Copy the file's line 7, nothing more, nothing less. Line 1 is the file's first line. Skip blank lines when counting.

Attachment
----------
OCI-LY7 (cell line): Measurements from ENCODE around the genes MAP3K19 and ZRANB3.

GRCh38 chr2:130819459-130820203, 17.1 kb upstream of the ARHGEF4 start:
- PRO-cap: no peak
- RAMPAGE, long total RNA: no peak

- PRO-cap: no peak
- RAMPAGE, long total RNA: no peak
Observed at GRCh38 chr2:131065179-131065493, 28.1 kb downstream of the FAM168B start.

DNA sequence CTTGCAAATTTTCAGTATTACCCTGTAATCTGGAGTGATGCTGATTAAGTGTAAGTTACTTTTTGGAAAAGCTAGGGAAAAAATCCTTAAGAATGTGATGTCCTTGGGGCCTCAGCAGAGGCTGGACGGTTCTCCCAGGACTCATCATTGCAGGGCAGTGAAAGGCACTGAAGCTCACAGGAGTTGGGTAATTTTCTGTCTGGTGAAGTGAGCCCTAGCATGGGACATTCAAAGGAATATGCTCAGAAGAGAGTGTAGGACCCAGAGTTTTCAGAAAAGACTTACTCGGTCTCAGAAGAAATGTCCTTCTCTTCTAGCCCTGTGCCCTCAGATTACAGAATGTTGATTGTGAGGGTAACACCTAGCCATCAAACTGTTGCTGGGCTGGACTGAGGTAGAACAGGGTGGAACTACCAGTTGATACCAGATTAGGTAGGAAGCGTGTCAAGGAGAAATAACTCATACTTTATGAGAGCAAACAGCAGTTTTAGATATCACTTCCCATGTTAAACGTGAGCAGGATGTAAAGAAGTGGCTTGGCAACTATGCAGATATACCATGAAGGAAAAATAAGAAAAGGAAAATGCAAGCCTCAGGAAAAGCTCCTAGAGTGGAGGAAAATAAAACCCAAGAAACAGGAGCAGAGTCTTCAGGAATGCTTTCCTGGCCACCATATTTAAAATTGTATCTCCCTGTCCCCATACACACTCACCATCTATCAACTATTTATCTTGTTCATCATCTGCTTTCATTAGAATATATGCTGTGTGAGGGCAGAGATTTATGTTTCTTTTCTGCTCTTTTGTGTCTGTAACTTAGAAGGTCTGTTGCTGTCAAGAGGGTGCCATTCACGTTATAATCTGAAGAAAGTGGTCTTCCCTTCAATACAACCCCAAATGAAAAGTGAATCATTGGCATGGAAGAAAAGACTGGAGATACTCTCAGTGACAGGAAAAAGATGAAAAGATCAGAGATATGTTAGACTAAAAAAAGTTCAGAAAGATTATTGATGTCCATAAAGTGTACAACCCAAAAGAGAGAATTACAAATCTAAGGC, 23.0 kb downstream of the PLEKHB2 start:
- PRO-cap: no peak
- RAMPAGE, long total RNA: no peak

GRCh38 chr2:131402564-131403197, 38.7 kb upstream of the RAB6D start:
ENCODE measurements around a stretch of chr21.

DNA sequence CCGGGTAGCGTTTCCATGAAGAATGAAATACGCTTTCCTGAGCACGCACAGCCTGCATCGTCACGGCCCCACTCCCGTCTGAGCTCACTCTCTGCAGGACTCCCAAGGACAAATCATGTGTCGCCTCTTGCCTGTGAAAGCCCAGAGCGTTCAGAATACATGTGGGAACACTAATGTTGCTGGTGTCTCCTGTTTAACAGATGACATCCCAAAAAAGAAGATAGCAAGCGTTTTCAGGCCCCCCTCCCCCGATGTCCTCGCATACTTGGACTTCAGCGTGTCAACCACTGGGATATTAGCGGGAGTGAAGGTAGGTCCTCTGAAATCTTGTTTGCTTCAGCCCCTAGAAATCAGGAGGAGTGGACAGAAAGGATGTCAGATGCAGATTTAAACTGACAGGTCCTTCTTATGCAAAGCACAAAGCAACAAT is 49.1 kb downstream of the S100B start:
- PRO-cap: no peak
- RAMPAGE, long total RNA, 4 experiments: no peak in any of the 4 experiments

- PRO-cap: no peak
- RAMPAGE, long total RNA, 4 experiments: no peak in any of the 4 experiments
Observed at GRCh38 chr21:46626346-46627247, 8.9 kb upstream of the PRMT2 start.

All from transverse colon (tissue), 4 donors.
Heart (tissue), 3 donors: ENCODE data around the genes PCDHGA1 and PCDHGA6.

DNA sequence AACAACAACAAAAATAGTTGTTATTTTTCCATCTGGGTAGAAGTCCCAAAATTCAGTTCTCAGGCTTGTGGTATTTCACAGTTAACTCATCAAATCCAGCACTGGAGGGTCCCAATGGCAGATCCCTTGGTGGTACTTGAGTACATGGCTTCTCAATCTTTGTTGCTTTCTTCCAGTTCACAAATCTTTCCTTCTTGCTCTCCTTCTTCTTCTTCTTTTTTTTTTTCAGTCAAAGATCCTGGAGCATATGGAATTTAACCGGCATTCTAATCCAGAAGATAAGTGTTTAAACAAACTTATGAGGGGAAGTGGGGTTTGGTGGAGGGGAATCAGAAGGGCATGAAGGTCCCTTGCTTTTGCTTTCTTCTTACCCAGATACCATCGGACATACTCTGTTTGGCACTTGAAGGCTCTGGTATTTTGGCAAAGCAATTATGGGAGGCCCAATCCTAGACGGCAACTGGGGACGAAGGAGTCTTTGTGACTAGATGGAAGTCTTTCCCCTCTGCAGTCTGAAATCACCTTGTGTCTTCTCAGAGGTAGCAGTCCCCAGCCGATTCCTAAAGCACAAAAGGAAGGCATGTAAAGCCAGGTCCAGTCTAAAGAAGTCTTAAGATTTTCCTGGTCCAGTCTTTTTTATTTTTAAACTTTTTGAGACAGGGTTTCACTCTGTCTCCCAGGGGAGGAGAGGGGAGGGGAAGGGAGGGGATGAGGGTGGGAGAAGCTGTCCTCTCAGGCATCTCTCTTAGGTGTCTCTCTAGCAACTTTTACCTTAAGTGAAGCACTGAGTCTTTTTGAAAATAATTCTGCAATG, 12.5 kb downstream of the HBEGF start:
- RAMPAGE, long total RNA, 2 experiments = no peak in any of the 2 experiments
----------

Observed at GRCh38 chr2:131065179-131065493, 28.1 kb downstream of the FAM168B start.